- Another seizure starts soon after a seizure ends.
- The person had a seizure in water.
- The person is pregnant, injured, or has diabetes.
- The person does not have a medical ID bracelet (instructions explaining what to do).
- There is anything different about this seizure compared to the person's usual seizures.
Report all seizures to the person's health care provider. The doctor may need to adjust or change the person's medications.
What to expect at your health care provider's office
A person who has had a new or severe seizure is usually seen in a hospital emergency room. The health care provider will try to diagnose the type of seizure based on the symptoms.
Tests will be done to rule out other medical conditions that cause seizures or similar symptoms. This may include fainting, transient ischemic attack (TIA) or stroke, panic attacks, migraine headaches, sleep disturbances, and others.
Tests may include:
Further testing is needed if you have:
- A new seizure without an obvious cause
- Epilepsy (to make sure the person is taking the right amount of medicine)
A single seizure due to an obvious trigger (such as use of a certain drug) is treated by eliminating or avoiding that trigger.
There is no specific way to prevent all seizures. However, the following tips may help control some of them:
- Always take your medications as your doctor instructed. Family members should observe and record any seizure information to make sure the person gets proper treatment.
- Get plenty of quality sleep, reduce stress, exercise, and eat a healthy diet. Poor health habits can make you more likely to have more seizures.
You might help lower your risk of seizures if you:
- Use helmets to prevent head injury. This will lessen the likelihood of a brain injury that leads to seizures.
- Avoid illegal street drugs.
You should not drive if you have uncontrolled seizures. Every U.S. state has a different law detailing which people with a history of seizures are allowed to drive. If you have uncontrolled seizures, you should avoid activities where loss of awareness would cause great danger, such as climbing to high places, biking, and swimming alone.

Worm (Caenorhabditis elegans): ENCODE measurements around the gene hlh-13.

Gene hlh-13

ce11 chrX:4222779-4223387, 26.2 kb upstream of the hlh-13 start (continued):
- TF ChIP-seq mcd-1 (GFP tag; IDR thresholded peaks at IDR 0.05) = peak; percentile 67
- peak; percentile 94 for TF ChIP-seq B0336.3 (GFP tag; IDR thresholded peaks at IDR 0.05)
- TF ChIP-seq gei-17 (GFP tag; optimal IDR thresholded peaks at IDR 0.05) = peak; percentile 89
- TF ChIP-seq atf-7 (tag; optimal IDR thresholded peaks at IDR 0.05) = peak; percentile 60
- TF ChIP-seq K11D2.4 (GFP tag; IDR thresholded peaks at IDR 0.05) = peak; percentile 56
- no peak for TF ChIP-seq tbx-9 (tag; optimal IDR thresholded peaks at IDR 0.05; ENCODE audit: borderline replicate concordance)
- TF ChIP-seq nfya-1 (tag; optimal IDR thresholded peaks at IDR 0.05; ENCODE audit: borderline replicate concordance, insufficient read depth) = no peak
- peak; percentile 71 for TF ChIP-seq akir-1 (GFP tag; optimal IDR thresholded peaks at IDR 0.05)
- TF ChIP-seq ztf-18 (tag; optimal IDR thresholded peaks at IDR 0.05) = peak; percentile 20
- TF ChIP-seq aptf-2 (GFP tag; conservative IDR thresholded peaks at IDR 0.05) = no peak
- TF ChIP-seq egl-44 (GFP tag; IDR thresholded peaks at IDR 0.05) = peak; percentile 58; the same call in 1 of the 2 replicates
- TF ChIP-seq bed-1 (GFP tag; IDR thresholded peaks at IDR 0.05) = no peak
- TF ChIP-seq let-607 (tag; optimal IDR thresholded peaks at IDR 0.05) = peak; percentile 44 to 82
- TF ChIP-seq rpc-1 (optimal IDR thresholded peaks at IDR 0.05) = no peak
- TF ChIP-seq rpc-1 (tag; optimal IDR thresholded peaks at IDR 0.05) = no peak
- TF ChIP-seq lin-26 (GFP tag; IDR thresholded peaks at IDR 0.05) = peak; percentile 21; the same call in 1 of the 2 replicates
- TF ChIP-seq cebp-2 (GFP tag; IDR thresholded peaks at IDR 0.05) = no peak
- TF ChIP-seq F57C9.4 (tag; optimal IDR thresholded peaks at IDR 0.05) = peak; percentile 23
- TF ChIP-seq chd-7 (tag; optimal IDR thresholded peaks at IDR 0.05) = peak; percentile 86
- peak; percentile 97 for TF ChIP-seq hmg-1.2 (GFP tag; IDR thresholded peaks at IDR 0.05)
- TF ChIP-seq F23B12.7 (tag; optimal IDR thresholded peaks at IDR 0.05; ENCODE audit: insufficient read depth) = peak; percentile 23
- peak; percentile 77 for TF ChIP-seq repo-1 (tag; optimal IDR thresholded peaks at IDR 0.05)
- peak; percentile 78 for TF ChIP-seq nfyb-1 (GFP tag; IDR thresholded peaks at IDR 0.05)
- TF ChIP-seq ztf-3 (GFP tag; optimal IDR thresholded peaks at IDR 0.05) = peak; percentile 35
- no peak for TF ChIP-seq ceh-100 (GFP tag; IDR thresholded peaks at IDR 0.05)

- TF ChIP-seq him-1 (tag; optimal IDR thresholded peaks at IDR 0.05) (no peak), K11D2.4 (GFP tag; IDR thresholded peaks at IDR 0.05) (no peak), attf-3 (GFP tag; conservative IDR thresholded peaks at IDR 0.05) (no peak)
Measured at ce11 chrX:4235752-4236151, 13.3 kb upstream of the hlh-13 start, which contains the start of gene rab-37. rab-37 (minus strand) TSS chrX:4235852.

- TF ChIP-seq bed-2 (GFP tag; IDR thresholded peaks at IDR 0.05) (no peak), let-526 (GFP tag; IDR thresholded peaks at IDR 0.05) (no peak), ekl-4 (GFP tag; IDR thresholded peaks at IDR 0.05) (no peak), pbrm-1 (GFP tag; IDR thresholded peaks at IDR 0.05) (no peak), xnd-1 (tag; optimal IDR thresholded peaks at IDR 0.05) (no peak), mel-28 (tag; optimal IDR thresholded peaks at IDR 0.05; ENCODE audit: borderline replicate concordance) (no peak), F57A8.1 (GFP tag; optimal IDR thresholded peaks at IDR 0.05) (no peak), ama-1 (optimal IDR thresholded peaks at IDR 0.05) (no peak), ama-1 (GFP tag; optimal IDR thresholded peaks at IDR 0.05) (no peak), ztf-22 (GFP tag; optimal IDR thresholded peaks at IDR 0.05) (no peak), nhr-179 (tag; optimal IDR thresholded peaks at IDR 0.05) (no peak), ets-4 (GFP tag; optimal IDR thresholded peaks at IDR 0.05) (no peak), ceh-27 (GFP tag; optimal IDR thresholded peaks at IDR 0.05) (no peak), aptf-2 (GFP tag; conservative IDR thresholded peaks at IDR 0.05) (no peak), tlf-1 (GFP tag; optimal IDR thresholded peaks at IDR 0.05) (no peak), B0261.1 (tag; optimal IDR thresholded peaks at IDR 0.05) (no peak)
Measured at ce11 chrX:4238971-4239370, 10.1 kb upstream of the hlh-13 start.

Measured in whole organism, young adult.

Duvivier EH, Pollack CV Jr. Seizures. In: Marx JA, ed. Rosen’s Emergency Medicine: Concepts and Clinical Practice. 7th ed. Philadelphia, Pa: Mosby Elsevier; 2009:chap 100.
Krumholz A, Wiebe S, Gronseth G, et al. Practice parameter: evaluating an apparent unprovoked first seizure in adults (an evidence-based review): report of the Quality Standards Subcommittee of the American Academy of Neurology and the American Epilepsy Society. Neurology. 2007;69(21):1991-2007.
Rubin DH, Kornblau DH, Conway EE Jr, Caplen SM. Neurologic Disorders. In: Marx JA, ed. Rosen’s Emergency Medicine: Concepts and Clinical Practice. 7th ed. Philadelphia, Pa: Mosby Elsevier; 2009:chap 173.
Walker SP, Permezel M, Berkovic SF. The management of epilepsy in pregnancy. BJOG. 2009 May;116(6):758-67.
- Last reviewed on 2/16/2012
- Luc Jasmin, MD, PhD, Department of Neurosurgery at Cedars-Sinai Medical Center, Los Angeles, and Department of Anatomy at UCSF, San Francisco, CA. Review provided by VeriMed Healthcare Network. Also reviewed by David Zieve, MD, MHA, Medical Director, A.D.A.M., Health Solutions, Ebix, Inc.
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This page was last updated: May 20, 2014